Woo-woo neo-pseudoBuddhism. But it’s got “Neuro” in the title!
The singer, Dr. Rachel Yehuda showed that the gene expression of pregnant Holocaust & 9/11 survivors were altered by the experiences, as were those of their children. But here she’s just having fun!
[This is a great example of an article having little to so with neuroscience save the use of the word.]
Two hundred years ago in the U.K., if you said you were going to a “gentleman’s club,” it was understood you were going to a private upper-class establishment where you could relax, read, play parlor games, get a meal, and gossip with others of your class. Today, in the U.S., if you said you were going to a “gentleman’s club,” it is assumed you will be paying to see a striptease in a low-lit bar.
Is this really what should typify a “gentleman”?
Pornography is often classified, along with other sexually oriented businesses, as “adult” entertainment—something for “mature” audiences. If this meant that these kinds of entertainment are “not suitable for children” then few would protest.
The very thing in the brain that is the mark of adulthood and maturity is the thing that is eroded as we view more porn. It is as if the brain is reverting, becoming more childlike. “Adult” entertainment is actually making us more juvenile.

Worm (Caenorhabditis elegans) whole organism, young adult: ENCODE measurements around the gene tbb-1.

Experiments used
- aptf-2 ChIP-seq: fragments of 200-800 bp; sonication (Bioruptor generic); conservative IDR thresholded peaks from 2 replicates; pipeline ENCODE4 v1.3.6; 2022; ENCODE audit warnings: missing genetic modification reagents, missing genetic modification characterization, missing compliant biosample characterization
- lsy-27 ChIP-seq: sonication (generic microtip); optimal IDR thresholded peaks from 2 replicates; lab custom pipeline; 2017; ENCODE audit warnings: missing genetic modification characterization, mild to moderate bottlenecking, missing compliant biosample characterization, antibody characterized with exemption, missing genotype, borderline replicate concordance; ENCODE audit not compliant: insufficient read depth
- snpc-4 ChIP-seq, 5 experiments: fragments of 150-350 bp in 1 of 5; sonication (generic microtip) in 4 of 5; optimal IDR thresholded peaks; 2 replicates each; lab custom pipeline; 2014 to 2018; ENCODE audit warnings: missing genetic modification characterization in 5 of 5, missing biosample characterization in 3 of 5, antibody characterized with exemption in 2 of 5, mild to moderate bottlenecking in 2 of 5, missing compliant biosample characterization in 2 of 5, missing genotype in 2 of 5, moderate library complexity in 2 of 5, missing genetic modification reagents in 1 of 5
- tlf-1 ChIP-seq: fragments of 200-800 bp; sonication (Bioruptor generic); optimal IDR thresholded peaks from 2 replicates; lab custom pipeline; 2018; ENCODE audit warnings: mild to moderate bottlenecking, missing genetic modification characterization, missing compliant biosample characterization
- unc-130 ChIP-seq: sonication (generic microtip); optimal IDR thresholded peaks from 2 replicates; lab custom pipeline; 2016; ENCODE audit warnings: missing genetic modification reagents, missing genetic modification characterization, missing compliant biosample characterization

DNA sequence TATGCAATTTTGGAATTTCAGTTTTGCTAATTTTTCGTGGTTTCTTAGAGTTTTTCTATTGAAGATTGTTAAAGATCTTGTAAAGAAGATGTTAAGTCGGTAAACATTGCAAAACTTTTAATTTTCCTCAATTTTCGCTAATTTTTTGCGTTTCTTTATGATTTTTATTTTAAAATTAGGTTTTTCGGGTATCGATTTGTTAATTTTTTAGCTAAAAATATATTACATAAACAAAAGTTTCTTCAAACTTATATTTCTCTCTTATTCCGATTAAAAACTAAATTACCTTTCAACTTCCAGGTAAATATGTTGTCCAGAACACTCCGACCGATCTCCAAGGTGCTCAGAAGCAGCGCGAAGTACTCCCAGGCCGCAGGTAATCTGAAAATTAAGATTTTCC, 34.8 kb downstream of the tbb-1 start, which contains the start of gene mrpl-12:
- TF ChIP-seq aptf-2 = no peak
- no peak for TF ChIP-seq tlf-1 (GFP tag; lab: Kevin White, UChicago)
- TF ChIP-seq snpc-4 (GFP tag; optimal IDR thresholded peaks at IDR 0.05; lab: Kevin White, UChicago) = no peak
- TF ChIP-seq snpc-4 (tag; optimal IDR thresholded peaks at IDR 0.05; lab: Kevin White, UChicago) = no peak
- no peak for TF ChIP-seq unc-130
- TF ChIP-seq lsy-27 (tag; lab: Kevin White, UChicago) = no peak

That said, it would be foolish to use this as an argument that pornography is suitable for adults. Heroin and methamphetamines are also “not suitable for children,” but this does not mean, ipso facto, that they are healthy for those over the age of 18.
Believe or not this is also a delightful example and explanation of how brains handle sounds.
- Higher sustained attention scores on the Seashore Rhythm Test
- Better performance on working memory digit span tasks
- Better performance on visual-spatial cognition
YOU can increase the size of your muscles by pumping iron and improve your stamina with aerobic training. Can you get smarter by exercising — or altering — your brain?
This is hardly an idle question considering that cognitive decline is a nearly universal feature of aging. Starting at age 55, our hippocampus, a brain region critical to memory,shrinks 1 to 2 percent every year, to say nothing of the fact that over 40 percent of Americans age 74 and older have Alzheimer’s disease. The number afflicted is expected to grow rapidly as the baby boom generation ages. Given these grim statistics, it’s no wonder that Americans are a captive market for anything, from supposed smart drugs and supplements to brain training, that promises to boost normal mental functioning or to stem its all-too-common decline… read more: Can You Get Smarter? – The New York Times
C2ST Artist in Residence Aaron Freeman pretends to interview Stanford University Neurobiology professor Robert Sapolsky on the difference between the brains of Chicago Cubs fans and those of lesser beings. According to Sapolsky part of the difference may have to do with higher sustained levels of the neurotransmitter dopamine.